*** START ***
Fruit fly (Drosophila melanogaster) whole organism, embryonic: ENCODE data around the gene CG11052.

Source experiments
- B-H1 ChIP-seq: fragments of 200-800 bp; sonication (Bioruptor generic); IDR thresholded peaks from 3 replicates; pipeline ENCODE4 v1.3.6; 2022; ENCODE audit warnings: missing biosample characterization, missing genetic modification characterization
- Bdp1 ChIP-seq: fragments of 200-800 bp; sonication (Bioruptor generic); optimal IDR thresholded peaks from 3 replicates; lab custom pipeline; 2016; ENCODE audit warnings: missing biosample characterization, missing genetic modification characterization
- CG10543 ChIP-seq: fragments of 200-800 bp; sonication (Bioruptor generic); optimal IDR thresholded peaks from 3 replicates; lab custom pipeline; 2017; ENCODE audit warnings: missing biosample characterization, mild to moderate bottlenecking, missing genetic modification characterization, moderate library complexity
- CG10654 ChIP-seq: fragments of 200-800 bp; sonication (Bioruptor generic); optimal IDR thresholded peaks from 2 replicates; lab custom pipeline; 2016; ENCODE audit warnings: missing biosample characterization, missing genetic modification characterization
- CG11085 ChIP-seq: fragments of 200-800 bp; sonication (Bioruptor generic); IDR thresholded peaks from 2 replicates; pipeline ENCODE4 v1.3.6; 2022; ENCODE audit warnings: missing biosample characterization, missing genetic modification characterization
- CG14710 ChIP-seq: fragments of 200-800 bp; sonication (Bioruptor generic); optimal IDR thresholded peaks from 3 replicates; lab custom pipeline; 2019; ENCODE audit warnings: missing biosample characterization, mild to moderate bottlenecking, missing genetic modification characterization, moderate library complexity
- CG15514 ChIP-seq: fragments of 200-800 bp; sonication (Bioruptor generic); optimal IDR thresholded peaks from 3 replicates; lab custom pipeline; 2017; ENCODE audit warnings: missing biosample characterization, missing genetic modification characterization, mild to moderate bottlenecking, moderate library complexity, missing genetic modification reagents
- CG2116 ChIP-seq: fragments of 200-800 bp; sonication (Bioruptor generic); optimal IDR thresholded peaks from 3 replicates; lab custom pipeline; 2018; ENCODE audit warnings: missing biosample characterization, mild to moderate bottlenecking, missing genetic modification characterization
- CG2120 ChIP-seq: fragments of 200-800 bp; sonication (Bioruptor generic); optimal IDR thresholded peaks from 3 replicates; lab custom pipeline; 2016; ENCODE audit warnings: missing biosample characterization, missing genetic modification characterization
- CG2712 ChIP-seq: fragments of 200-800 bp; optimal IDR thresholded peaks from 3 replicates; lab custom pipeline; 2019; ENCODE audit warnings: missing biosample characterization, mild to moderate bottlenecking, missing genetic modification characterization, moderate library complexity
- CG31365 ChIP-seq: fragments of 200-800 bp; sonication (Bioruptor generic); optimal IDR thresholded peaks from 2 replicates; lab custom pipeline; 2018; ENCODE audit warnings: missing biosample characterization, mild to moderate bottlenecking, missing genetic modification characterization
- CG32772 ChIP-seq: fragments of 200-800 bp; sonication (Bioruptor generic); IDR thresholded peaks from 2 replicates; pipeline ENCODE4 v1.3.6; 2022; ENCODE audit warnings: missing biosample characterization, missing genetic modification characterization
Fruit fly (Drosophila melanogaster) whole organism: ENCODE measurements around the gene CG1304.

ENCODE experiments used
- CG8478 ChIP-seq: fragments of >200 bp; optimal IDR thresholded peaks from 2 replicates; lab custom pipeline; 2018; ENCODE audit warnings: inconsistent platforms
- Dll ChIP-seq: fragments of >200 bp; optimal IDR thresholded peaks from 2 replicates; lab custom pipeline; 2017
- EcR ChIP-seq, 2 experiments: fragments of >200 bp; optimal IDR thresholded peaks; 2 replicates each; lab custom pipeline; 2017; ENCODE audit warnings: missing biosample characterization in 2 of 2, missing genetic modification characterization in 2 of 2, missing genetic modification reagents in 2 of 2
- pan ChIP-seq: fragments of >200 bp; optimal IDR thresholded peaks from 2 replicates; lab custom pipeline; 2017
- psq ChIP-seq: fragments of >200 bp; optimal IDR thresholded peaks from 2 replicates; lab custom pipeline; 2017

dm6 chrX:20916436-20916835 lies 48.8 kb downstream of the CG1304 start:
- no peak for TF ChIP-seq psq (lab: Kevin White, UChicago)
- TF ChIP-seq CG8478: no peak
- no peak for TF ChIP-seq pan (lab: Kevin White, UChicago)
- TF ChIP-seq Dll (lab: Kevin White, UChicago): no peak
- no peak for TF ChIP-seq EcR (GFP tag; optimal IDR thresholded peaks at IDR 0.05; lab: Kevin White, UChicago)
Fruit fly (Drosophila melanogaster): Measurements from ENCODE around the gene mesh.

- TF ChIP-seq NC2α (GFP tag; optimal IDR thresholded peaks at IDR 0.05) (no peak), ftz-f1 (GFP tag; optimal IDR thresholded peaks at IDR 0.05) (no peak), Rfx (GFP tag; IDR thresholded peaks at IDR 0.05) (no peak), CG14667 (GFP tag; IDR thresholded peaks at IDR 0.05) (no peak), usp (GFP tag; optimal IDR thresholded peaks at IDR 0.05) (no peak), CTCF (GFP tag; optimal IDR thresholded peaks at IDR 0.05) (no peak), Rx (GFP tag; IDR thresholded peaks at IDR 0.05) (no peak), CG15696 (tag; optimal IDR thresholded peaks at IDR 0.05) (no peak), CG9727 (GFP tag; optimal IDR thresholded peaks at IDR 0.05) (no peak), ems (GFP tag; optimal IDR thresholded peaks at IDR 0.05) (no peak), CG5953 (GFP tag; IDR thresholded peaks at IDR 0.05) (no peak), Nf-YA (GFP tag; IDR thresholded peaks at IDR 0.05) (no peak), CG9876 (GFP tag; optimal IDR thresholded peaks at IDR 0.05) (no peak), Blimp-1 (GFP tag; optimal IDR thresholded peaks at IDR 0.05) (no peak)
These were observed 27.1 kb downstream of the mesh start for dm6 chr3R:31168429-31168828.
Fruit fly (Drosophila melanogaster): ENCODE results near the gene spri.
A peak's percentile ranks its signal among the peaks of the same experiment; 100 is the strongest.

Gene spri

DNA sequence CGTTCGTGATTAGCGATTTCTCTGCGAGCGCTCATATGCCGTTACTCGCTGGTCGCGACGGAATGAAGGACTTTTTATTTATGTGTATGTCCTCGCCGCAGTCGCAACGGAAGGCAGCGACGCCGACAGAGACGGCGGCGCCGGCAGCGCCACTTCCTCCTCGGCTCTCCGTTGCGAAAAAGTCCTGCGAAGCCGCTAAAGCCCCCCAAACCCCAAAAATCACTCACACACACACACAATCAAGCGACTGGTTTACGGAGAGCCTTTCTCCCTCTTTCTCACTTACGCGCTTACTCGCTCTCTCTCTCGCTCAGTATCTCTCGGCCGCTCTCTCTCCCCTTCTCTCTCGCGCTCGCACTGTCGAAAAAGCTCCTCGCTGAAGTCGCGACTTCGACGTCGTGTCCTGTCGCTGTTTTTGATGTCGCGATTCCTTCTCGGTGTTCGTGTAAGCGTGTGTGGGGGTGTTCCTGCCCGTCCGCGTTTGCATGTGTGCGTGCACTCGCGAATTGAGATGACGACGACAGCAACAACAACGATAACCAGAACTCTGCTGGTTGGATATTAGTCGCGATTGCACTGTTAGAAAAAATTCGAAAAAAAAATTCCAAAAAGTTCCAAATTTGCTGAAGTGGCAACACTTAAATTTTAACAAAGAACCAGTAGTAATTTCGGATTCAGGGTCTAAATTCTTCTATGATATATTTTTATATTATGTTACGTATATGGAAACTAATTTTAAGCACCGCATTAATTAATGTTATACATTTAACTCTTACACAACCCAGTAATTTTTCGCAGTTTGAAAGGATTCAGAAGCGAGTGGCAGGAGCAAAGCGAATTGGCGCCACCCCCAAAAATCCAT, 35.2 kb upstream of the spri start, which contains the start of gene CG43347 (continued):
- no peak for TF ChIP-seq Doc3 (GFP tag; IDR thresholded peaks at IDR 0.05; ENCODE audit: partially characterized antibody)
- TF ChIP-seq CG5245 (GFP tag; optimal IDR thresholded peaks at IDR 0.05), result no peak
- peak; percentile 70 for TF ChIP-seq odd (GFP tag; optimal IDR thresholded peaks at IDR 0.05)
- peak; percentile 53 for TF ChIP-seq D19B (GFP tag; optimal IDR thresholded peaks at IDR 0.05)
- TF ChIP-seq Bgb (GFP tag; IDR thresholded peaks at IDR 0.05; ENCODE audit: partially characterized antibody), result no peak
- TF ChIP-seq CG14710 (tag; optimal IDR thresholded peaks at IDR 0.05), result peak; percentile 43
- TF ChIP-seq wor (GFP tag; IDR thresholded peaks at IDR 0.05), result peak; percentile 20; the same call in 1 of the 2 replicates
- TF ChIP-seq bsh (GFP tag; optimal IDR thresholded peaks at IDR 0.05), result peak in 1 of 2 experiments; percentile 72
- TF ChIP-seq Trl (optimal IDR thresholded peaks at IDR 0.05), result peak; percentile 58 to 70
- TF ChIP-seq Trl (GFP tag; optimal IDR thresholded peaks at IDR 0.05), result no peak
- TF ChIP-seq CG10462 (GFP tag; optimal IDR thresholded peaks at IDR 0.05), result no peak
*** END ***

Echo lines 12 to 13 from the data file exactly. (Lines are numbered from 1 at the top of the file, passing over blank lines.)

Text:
- CG2712 ChIP-seq: fragments of 200-800 bp; optimal IDR thresholded peaks from 3 replicates; lab custom pipeline; 2019; ENCODE audit warnings: missing biosample characterization, mild to moderate bottlenecking, missing genetic modification characterization, moderate library complexity
- CG31365 ChIP-seq: fragments of 200-800 bp; sonication (Bioruptor generic); optimal IDR thresholded peaks from 2 replicates; lab custom pipeline; 2018; ENCODE audit warnings: missing biosample characterization, mild to moderate bottlenecking, missing genetic modification characterization